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A Note On The Restaurants That Didn’t Make Our List

Canada’s 100 Best Editor Jacob Richler writes about the restaurants that didn’t make the 2016 list.

Picture a single crostini, built
 on thin dark rye, fragrant and densely flavoured, spread with fresh, sweet ricotta, topped with
a paper-thin slice of Italian speck and a scattering of shredded Napa cabbage and julienned apple. Gone in three bites…

Follow with a tender fried slice of cotechino on a bed of earthy lentils, the mix lightened with ribbons of raw carrot and a brightening drizzle of vin cotto.Then a perfect raviolo with ricotta and raw egg yolk dressed with shavings of boschetto al tartufo. And raviolis of paper-thin pasta filled with mildly acidulated beet. As you start to fill up on the next course of incredibly supple pork, infused with the mild tang of the whey in which it was braised, you look down the pale wood bar and out the floor to ceiling window beyond at… Jasper Avenue in downtown Edmonton?

My job as editor does not extend to submitting my own ballot and top 10 ranking to throw into the voting pool for Canada’s 100 Best Restaurants. For as I see it, I exert more than enough influence on things by choosing the judges who do. But, that aside, I do travel about keeping tabs on what does well on the list and what’s new. And it seemed sensible to catalogue a few meals and trends that stood out—some ranked, some not.

The meal outlined above I enjoyed at Bar Bricco, and I must tip my hat to Daniel Costa and the well-judged efforts he has invested in the kitchen there, and next door at his more formal original restaurant, Corso 32. They came in respectively at number 51 and 81.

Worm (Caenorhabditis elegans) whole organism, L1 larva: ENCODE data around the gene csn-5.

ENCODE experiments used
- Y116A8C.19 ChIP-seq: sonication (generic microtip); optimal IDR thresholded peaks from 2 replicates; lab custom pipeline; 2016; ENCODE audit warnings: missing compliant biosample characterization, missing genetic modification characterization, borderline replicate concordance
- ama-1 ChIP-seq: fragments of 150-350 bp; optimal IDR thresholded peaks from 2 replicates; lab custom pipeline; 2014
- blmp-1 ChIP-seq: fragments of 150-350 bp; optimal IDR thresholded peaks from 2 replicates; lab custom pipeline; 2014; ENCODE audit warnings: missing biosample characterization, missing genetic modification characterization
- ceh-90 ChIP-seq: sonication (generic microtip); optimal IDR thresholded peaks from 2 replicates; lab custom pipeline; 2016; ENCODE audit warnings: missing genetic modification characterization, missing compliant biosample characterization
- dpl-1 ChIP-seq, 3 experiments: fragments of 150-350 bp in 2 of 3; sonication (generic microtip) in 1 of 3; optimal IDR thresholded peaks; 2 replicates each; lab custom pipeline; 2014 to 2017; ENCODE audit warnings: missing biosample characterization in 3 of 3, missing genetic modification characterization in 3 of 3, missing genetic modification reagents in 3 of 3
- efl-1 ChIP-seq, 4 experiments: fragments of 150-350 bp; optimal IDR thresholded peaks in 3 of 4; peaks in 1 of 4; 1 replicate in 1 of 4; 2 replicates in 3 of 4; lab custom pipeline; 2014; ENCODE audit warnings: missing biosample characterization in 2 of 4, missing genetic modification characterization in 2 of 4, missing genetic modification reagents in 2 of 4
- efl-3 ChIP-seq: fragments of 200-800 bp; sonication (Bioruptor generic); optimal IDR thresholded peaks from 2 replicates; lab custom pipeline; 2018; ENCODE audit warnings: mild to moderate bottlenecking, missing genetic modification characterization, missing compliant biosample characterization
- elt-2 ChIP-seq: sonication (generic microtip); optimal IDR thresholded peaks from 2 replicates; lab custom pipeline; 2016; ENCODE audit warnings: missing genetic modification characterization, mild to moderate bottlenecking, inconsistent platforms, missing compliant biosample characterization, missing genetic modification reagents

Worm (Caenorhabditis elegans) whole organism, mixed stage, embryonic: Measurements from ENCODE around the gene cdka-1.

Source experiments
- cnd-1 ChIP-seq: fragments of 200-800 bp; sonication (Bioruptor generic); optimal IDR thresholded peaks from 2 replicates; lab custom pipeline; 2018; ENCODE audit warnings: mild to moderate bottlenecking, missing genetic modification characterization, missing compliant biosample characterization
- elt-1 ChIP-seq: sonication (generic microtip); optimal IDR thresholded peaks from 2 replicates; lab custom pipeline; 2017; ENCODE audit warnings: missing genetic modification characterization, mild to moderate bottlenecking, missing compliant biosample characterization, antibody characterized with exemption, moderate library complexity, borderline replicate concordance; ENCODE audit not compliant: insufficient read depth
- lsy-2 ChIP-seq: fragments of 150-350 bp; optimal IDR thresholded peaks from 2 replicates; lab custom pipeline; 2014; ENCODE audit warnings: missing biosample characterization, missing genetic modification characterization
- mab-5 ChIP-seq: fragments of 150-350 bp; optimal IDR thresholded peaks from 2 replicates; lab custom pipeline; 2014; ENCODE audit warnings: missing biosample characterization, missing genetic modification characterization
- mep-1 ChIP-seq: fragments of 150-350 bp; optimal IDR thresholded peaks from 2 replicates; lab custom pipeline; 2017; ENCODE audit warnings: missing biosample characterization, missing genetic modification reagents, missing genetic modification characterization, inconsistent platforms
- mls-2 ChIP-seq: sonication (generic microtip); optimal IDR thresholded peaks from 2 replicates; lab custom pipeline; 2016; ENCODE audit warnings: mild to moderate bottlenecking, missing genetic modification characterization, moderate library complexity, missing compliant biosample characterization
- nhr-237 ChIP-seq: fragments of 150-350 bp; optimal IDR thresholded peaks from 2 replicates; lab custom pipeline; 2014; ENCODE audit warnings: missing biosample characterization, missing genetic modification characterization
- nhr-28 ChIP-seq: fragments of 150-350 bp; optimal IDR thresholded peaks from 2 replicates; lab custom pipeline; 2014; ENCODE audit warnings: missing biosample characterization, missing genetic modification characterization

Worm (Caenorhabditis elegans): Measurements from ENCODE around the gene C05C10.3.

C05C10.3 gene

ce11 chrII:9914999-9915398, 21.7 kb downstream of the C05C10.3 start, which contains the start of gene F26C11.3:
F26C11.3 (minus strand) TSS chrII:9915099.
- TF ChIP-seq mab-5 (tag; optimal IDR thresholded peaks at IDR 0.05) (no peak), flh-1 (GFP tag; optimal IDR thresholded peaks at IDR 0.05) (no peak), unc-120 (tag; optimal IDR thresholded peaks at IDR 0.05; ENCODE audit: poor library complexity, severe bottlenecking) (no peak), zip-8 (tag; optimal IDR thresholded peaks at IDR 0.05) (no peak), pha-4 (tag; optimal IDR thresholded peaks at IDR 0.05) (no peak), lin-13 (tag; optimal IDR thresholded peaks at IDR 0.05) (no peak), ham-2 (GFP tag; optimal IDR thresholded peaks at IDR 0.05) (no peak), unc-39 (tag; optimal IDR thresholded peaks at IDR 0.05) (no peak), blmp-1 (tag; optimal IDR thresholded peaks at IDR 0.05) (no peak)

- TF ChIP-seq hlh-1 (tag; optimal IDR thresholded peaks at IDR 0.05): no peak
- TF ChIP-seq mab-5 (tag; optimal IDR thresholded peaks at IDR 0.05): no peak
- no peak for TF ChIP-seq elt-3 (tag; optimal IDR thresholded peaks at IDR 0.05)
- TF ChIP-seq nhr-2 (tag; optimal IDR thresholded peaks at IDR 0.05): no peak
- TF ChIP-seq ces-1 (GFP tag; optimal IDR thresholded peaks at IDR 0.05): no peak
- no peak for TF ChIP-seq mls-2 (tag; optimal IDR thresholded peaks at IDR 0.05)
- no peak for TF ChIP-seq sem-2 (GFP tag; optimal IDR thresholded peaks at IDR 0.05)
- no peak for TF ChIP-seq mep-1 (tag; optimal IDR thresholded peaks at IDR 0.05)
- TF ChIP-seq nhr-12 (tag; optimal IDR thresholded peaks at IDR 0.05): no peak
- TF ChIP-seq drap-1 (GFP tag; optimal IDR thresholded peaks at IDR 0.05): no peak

My last restaurant meal of 2015 was a long New Year’s Eve day lunch at Bosk at the Shangri-la in Toronto. From the perfectly seared Digby scallops with avocado, shimeji mushrooms, puffed rice and ginger dressing, to the exquisite sunchoke raviolis topped with truffle, an excellent flat iron steak with smoked parsnip, the lightly hot-smoked Chinook salmon with beurre noisette, and the Thai prawn and chicken soup, every course was exceptionally well executed. It seemed to me that chef Damon Campbell offers a compelling balance of West Coast thinking and European finesse. But it didn’t make the top 100.

That’s how competitive things get when you distil the best of Canada into a list of 100. Which makes it all the more remarkable that a new Toronto restaurant like Alo should
 make its inaugural bow ranked number 7. And equally so, that another restaurant in my hometown, Dandylion, should leapfrog 94 places—for the new restaurant that squeaked onto the 2015 list at number 100 ended up this year at spot number 6. And that delights me— because some of the best meals I had last year I enjoyed there. The setting is modest, relaxed and convivial, and the cooking is visually simple and unfussy, but discreetly rooted in very precise and sophisticated technique. And very vegetable-forward.

In other words, a style of cooking that 
this year the judges unanimously endorsed. In Montreal an imaginative and satisfying treatment of vegetables helped vault Le Vin Papillon up the charts from number 64 to number 5, put Hotel Herman at number 40, and in Calgary, squash and celeriac-power helped drive Pigeonhole to number 16.

I’ll be looking for more of that style of cooking next year—when, once again, dining out here will no doubt be better than ever before.

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